Tuesday, August 12, 2008

Bengali in Beijing Part 1

Don't even mention the word 'Tibet' around here. They might not know what you are saying and you'll get in trouble. Fair enough, you say, and then go to the monastery and find the Buddhist mahamantra written in Tibetan on the rockfaces.

Anyway...had to start blogging at some stage. But when work forces you to get around five hours' of extremely tired sleep everyday, blogging is the last thing on your mind. Anyway...here's a beginning. Not a very wordy one. More picturesque than anything. But what the heck! We went to an old Chinese monsatery where the Beijing International Media Centre had arranged a bit of a song and dance thing from some of the 56 Chinese communities - or nationalities, as they are called here.
This, an annual dance common to most Chinese communities - or nationalities as they call them here. A symbolic process of washing away sins. Not too different from Holi, except that it's a bit more refined here. No colours. No overall nonsense. But boys do chase girls and make them wetter than they make other boys.
Another shot from the same ceremony. Important because the photograph was taken at precisely the right moment, catching the arc of the water beautifully. A French photographer was with us and got himself completely drenched trying to get that perfect shot. He came back dripping water but without a single shot as good as this one, taken from a safely dry spot well away from the water. He admitted so himself. I offered to give my shot to him. He wouldn't take it. These photographers are crazy!
Part of a harvest dance - this man is the baddie, the big insect that spoils all the crops. Lovely costume, no? An acrobat appeasing the Buddha ahead of performing this breathtaking stunt of climbing up a ladder of blades. Not alone. With his two young disciples.
That's him, up on the ladder, clinging to a blade, making life as tough for himself as possible.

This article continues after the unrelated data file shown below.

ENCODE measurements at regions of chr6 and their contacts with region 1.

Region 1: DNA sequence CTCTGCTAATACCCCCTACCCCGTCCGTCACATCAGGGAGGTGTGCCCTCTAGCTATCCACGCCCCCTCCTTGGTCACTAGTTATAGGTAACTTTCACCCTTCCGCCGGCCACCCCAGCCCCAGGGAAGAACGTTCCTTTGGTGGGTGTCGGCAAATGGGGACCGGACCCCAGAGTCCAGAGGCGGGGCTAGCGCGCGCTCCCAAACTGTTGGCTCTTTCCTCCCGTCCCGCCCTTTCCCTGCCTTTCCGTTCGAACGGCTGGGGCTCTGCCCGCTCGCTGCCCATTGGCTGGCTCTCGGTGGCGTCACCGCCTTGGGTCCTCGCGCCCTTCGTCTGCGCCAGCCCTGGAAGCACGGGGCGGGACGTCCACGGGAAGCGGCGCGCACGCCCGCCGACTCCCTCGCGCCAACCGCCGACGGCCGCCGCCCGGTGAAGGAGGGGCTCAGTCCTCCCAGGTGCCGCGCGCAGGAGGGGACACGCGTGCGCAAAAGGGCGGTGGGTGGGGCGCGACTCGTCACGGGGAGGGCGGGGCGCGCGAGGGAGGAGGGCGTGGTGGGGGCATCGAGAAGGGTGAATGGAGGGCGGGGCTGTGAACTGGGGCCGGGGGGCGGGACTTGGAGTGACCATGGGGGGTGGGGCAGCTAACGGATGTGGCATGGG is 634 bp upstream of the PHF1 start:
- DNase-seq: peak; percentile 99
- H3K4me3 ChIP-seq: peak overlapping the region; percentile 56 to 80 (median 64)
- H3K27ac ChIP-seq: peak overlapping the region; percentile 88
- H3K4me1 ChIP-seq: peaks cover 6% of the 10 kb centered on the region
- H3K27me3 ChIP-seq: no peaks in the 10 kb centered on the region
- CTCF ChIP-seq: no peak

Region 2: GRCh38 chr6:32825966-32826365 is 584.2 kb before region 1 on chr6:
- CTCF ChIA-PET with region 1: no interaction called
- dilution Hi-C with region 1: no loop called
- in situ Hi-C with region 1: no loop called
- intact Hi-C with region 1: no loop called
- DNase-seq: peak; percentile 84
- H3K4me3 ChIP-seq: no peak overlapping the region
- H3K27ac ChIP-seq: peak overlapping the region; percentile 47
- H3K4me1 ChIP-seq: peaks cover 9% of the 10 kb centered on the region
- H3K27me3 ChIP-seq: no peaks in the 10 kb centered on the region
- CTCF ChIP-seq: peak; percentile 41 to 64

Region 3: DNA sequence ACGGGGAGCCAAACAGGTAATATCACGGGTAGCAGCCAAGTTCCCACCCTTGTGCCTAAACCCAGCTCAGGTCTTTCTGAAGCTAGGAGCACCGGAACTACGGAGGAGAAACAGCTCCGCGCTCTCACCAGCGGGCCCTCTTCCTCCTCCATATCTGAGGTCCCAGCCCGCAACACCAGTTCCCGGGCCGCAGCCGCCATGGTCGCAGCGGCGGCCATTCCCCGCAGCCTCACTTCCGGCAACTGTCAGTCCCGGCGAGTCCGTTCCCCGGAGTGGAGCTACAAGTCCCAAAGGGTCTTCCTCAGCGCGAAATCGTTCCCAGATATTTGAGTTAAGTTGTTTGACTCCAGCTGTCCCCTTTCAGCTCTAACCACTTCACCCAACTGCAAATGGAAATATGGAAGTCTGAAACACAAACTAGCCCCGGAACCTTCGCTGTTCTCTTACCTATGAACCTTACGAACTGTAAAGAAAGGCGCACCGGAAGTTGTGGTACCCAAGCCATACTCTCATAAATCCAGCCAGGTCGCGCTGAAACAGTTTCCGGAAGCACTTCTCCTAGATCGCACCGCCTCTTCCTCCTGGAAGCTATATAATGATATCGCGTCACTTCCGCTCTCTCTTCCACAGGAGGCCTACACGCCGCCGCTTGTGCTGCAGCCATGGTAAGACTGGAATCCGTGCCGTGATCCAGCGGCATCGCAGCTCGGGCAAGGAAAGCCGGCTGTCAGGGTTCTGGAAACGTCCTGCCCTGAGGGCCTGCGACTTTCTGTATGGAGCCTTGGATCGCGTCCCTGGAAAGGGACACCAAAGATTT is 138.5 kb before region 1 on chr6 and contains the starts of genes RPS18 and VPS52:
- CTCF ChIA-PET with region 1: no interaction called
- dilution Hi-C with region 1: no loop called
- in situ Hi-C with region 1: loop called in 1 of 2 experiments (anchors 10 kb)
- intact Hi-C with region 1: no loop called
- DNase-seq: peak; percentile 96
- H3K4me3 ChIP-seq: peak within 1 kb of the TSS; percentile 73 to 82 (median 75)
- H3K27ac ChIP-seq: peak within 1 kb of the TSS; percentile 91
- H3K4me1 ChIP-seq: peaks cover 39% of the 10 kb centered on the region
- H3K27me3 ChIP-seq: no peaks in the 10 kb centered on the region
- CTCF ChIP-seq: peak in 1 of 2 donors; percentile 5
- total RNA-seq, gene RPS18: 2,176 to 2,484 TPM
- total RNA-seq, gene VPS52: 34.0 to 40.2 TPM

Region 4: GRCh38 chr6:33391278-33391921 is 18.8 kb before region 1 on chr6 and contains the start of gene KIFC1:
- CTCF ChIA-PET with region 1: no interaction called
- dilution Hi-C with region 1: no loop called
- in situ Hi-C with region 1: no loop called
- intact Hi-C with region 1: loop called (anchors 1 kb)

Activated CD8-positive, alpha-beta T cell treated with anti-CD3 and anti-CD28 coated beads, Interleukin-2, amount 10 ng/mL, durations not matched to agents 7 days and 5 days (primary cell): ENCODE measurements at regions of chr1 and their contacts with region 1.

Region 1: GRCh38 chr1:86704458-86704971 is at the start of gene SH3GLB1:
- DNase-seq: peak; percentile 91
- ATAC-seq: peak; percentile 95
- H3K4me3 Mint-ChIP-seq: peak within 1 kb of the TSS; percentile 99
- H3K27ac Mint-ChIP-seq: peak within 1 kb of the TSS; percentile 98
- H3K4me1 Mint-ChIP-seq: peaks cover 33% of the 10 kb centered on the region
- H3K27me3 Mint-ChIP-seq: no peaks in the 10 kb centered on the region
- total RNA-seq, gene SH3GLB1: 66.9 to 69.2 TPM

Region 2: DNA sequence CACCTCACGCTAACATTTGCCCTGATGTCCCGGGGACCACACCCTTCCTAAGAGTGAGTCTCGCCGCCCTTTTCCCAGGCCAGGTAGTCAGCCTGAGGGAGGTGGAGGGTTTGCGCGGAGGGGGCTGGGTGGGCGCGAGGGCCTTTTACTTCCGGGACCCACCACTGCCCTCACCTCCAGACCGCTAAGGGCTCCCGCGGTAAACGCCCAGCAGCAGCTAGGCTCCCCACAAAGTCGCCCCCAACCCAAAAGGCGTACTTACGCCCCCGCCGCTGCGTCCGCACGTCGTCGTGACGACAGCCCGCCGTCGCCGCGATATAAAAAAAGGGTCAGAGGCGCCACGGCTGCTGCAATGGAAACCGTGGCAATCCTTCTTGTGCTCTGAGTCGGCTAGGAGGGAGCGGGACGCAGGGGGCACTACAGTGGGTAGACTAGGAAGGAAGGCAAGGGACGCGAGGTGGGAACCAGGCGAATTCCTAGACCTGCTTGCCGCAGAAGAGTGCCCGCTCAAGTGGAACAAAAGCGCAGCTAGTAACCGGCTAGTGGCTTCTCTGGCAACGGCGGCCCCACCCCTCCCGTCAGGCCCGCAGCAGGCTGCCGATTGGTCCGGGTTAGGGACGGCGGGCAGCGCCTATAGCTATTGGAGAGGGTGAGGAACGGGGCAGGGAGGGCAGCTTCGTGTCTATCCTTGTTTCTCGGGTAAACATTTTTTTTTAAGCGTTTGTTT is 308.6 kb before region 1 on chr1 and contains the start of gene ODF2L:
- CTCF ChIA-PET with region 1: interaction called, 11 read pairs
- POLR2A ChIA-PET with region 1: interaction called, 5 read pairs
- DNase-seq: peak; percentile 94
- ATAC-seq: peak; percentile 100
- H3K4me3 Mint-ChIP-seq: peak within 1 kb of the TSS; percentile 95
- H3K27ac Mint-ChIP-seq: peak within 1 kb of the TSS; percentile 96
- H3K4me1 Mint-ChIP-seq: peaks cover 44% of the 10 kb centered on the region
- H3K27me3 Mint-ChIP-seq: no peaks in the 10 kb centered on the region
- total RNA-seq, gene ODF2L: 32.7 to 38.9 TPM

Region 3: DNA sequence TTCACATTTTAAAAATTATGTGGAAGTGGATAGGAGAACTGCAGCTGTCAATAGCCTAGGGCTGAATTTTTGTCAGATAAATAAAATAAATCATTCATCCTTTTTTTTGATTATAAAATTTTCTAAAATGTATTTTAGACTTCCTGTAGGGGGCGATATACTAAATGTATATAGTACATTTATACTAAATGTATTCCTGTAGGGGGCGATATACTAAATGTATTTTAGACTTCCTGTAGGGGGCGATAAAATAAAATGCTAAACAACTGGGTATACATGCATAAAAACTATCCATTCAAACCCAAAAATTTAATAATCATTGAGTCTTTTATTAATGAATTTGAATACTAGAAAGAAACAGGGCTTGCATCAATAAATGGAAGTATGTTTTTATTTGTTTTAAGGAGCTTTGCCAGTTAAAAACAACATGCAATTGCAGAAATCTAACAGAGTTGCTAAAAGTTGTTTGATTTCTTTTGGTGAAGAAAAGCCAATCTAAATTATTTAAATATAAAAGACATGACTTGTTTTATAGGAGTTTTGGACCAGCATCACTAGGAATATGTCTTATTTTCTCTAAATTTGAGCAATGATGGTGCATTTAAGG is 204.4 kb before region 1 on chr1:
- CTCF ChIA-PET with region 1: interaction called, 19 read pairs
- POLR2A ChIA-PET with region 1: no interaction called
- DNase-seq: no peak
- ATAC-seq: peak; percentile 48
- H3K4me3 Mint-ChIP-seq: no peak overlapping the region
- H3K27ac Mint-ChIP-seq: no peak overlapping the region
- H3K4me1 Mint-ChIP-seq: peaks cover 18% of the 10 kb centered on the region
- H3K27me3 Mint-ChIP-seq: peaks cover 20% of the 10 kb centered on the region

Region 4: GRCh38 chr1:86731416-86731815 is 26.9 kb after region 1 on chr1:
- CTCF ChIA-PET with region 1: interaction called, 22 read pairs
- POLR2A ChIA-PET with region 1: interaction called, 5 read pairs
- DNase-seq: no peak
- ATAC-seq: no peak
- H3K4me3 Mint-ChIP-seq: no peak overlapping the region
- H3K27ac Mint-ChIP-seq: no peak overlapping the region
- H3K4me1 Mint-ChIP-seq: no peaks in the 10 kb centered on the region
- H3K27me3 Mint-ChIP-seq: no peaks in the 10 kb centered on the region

This ornately dressed elderly lady was playing a metallic drum while the crazy acrobat was making love to those blades. A rhythmic, almost hypnotic beat.
Drummers of the mountaineous Jingpo tribe. A rather wild, exciting people with wonderfully energetic dances, high energy beats, long-haired men and very pretty ladies. Interestingly, partly because they are darker than the rest of the Chinese, the Jingpos are believed to have links with India.
Another tribe - probably the Mians. Unattractive women, uninteresting music, attractive costumes in a Naga sort of way.
There they are - dancing away behind me. Very boring dance. Much like the oh-how-quaint Santhal dances we have with a Naga touch courtesy the costumes.
Our lovely Jingpo guide. Speaks broken English and has a name that I will never be able to pronounce. And she wasn't able to write it down in English.
A little souvenir shop by the trail. The boy was not asked to pose for me. He stands like that, in the same pose, pretty much all day. And he's not crazy. He just stands there. Maybe he has been asked to. Not sure. He just does.
Me with the women. The unnamed Jingpo girl and three of our BIMC volunteers. Interestingly, all bespectacled. On the streets, you will find that Beijing has many more women than men. And you will find that Beijing has many more people with bad eyes than good eyes. The Buddha provides the background.
At the monastery. Evidently evil.